Robinson has moved Mozart's singspiel -- a play that is both sung and spoken -- from its original 18th-century Turkey to a fashionable French line of the Orient Express in the 1920s, a setting that offers plenty of opportunities for visual humor. HGO has also transported the production from the Wortham Center's large stage to its much smaller Cullen Theater, harking back to an earlier time when operas were performed in intimate spaces.
Dicey, suspenseful action unspools in train compartments and hallways, where scenes are choreographed side-by-side as on a split television screen. Champagne flows freely and everyone is quick to light up a cigarette, lending the show the campy feel of an Upstairs, Downstairs episode. Robinson's understanding of comedy and vaudeville blends nicely with the commendable orchestration of music director Patrick Summers and the HGO orchestra.
As the story opens, Pasha Selim, a Turkish noble and harem owner, is holding three Europeans captive on a train bound for Paris. A highborn Spanish lady named Konstanze, her English maid, Blonde, and Pedrillo, the valet of Konstanze's fiancé, were captured and sold by Turkish pirates after their ship wrecked. When Konstanze's betrothed, Belmonte (tenor Eric Cutler), sneaks onto the train and is reunited with his servant Pedrillo (tenor Scott Scully), the two devise a plot to rescue the women. But first they must get past Osmin (bass Joshua Winograde), the muscle that guards Selim's harem.
Meanwhile, Selim (actor Richard Spuler) is wooing Konstanze (soprano Elizabeth Futral) and Osmin is doing his best to win over Blonde (soprano Kristen Reiersen). Belmonte's well-laid plans are foiled when Osmin catches the group making its getaway. But, surprisingly, the magnanimous Selim ends up freeing his captives in an ethical gesture that goes against what Westerners of Mozart's time would have expected from such exotic foreigners. (Perhaps the happy ending is the result of Mozart's own bliss at the time: The composer wrote the opera while he was engaged to his own Konstanze.)
Most of The Abduction's arias are for Belmonte, Konstanze and Osmin. The singers who inhabit these characters capture the sheer beauty of the score's musical invention while easily pulling off the director's hilarious comic design. Wearing short wavy hair, handkerchief hems and other vintage flapper costumes, Futral's Konstanze is exquisite in both appearance and sound. Cutler, pleasantly burly in a light plaid suit, has a tenor instrument that is equal to the score. As Osmin, Winograde exhibits versatile bass and consistent comic timing. Reiersen sings Blonde with a playful agility in arias and duets. Scully, as Pedrillo, measures up well in various ensemble scenes.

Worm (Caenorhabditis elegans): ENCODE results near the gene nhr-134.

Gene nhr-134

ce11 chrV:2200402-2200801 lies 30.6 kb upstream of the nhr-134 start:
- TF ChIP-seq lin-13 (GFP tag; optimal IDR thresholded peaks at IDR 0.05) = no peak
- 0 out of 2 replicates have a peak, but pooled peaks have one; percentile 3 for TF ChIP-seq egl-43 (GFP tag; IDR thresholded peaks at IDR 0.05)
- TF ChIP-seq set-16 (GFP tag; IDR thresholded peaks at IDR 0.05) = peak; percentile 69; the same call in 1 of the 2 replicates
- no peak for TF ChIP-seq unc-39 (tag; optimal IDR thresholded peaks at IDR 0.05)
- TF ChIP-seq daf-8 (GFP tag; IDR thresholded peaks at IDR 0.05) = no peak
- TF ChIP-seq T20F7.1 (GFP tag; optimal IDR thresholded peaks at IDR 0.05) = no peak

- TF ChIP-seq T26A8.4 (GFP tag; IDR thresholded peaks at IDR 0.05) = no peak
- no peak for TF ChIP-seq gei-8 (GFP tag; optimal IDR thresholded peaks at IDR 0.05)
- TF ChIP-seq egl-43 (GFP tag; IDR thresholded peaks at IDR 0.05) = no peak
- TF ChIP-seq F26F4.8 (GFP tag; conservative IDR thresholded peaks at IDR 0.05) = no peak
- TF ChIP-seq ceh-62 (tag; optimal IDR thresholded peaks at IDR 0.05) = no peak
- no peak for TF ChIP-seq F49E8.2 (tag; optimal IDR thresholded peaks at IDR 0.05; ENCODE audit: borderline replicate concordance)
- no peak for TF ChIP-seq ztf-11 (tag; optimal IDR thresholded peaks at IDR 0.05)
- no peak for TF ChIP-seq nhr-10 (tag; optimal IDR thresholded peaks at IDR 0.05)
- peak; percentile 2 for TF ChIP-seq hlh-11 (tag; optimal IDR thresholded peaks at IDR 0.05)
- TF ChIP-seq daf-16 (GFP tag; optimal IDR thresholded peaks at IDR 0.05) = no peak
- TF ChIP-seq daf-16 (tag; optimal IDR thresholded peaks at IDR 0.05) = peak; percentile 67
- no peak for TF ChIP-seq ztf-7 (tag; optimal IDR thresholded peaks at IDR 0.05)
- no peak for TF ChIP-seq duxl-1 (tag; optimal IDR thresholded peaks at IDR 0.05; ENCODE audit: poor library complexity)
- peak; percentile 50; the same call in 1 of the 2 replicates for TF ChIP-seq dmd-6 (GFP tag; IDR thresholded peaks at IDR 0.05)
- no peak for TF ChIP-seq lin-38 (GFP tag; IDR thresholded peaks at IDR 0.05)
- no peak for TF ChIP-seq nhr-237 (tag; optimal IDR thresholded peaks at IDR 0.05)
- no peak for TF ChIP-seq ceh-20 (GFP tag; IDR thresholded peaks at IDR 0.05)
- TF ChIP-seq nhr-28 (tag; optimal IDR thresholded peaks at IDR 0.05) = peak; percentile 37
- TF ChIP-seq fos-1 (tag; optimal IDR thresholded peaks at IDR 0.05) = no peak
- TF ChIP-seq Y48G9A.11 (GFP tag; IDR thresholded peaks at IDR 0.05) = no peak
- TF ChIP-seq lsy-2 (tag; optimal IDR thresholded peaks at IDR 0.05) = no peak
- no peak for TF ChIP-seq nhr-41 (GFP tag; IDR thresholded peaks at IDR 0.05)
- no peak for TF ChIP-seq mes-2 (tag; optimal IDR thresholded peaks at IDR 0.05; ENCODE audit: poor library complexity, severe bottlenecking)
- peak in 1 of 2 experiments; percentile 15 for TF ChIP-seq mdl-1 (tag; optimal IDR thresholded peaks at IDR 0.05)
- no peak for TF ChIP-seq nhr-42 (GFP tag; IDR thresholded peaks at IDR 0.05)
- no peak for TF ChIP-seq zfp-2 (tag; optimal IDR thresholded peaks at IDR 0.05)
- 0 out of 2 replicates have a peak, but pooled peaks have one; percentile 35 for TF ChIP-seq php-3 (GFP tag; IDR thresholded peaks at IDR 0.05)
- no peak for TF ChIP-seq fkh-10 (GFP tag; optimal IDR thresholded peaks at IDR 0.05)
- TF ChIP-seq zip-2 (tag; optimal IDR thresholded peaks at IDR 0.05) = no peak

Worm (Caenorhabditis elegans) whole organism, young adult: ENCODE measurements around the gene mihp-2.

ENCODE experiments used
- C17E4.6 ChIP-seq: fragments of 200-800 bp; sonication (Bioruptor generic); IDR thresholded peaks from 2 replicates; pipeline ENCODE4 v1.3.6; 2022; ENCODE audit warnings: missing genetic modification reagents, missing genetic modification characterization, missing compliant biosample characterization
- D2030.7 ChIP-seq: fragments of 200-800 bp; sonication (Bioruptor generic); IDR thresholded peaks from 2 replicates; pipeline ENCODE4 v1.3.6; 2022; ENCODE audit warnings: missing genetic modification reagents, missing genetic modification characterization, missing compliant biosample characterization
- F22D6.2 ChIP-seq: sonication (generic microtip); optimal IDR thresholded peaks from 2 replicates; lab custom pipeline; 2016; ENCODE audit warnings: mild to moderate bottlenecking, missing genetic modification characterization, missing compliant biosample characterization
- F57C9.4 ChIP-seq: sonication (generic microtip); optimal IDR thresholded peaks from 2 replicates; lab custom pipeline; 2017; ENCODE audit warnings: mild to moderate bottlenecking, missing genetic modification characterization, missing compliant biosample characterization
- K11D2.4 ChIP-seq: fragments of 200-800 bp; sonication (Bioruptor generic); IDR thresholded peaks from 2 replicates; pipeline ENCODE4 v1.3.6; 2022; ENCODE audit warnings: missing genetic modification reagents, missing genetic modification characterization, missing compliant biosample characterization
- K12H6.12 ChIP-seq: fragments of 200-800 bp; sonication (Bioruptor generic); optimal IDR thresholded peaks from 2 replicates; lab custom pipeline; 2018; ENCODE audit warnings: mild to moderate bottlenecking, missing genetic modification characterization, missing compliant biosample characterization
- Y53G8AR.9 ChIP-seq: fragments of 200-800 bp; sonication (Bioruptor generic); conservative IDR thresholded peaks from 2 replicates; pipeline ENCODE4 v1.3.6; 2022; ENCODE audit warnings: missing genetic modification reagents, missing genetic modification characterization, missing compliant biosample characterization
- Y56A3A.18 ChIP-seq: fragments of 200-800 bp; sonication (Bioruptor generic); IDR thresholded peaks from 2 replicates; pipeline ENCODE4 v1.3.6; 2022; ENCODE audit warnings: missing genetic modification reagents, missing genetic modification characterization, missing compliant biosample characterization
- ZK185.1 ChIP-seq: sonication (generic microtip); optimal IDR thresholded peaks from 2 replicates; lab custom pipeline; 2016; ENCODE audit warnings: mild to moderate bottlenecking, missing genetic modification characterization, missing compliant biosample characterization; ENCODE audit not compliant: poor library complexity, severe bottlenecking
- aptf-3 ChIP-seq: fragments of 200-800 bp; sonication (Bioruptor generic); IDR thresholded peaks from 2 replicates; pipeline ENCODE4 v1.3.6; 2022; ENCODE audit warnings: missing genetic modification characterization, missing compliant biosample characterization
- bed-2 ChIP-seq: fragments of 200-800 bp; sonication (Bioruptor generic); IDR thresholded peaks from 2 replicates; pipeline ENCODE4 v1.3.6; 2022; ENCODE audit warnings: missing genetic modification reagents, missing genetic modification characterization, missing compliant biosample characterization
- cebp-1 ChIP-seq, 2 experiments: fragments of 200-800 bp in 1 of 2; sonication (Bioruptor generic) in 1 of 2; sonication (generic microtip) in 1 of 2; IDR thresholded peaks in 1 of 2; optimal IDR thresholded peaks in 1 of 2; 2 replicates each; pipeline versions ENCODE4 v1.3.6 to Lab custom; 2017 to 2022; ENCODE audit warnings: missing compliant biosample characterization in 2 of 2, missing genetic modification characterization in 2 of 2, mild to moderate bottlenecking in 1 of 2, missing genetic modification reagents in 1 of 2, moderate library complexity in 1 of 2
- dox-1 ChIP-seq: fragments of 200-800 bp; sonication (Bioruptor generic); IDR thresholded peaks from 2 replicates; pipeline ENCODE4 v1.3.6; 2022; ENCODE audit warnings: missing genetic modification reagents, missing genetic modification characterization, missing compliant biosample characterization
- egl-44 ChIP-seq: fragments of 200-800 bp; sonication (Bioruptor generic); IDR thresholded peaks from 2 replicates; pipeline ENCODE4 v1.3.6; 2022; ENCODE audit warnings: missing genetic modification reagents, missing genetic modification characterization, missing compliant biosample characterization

The cast's solid timing speaks highly of Robinson's guiding hand. As the squabbling Belmonte and Osmin, Cutler and Winograde cut up unmercifully from the start, signaling what the players have in store. The romantic tug-of-war between master Selim and his captive Konstanze gets turned upside-down during a parallel romance scene in which Blonde gains the upper hand over her master, Osmin. Even during the more serious final ensemble, Robinson has the two sets of lovers mistakenly paired.
Rare is the director who can avoid empty slapstick in a musical comedy. During the orchestral overture to Konstanze's second-act aria (Tortures of Every Kind), Selim tempts the reluctant Konstanze with lavish rugs, silks, jewels and furs. The meaning of Konstanze's showpiece, in which she vows to endure whatever torture awaits her, is deepened as the soprano nearly succumbs to the lure of Selim's parade of feminine riches. After Selim has freed his captives, the director has Konstanze bolt back to the train and press her gemstone necklace into Selim's hand. His ethics tested once again, he slowly gives it back.
Down to the smallest details, Robinson's direction is the work of a vaudeville visionary with a deep understanding of Mozartian tone. Dramatic flaws are hard to find in the latest remount of The Abduction.